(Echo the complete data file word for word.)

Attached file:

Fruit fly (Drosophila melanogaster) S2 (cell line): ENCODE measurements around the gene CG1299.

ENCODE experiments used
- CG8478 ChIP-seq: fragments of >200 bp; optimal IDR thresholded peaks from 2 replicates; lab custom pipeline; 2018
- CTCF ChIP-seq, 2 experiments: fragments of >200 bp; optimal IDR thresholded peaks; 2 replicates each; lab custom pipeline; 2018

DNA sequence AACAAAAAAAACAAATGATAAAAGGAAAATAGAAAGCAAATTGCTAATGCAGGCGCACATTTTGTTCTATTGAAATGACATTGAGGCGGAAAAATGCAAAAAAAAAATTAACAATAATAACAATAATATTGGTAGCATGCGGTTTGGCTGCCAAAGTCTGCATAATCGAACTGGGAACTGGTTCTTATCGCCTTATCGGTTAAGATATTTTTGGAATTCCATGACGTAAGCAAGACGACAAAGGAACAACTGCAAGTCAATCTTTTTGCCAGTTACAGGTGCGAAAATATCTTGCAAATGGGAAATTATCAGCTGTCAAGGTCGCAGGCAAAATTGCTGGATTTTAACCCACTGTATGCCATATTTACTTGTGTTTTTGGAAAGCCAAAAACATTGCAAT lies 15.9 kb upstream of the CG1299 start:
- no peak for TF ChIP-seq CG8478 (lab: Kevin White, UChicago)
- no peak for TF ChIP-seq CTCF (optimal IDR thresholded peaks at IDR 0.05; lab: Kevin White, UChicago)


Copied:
Fruit fly (Drosophila melanogaster) S2 (cell line): ENCODE measurements around the gene CG1299.

ENCODE experiments used
- CG8478 ChIP-seq: fragments of >200 bp; optimal IDR thresholded peaks from 2 replicates; lab custom pipeline; 2018
- CTCF ChIP-seq, 2 experiments: fragments of >200 bp; optimal IDR thresholded peaks; 2 replicates each; lab custom pipeline; 2018

DNA sequence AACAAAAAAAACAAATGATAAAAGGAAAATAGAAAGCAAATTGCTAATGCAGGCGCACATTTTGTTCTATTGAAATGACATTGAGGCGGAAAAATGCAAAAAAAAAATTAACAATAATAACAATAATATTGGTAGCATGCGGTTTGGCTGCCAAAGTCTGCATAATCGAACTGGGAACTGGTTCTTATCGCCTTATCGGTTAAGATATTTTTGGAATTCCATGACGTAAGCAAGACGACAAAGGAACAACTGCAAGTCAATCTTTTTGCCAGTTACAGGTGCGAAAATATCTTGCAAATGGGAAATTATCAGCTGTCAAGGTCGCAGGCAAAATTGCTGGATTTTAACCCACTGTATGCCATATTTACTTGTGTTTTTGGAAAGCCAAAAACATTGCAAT lies 15.9 kb upstream of the CG1299 start:
- no peak for TF ChIP-seq CG8478 (lab: Kevin White, UChicago)
- no peak for TF ChIP-seq CTCF (optimal IDR thresholded peaks at IDR 0.05; lab: Kevin White, UChicago)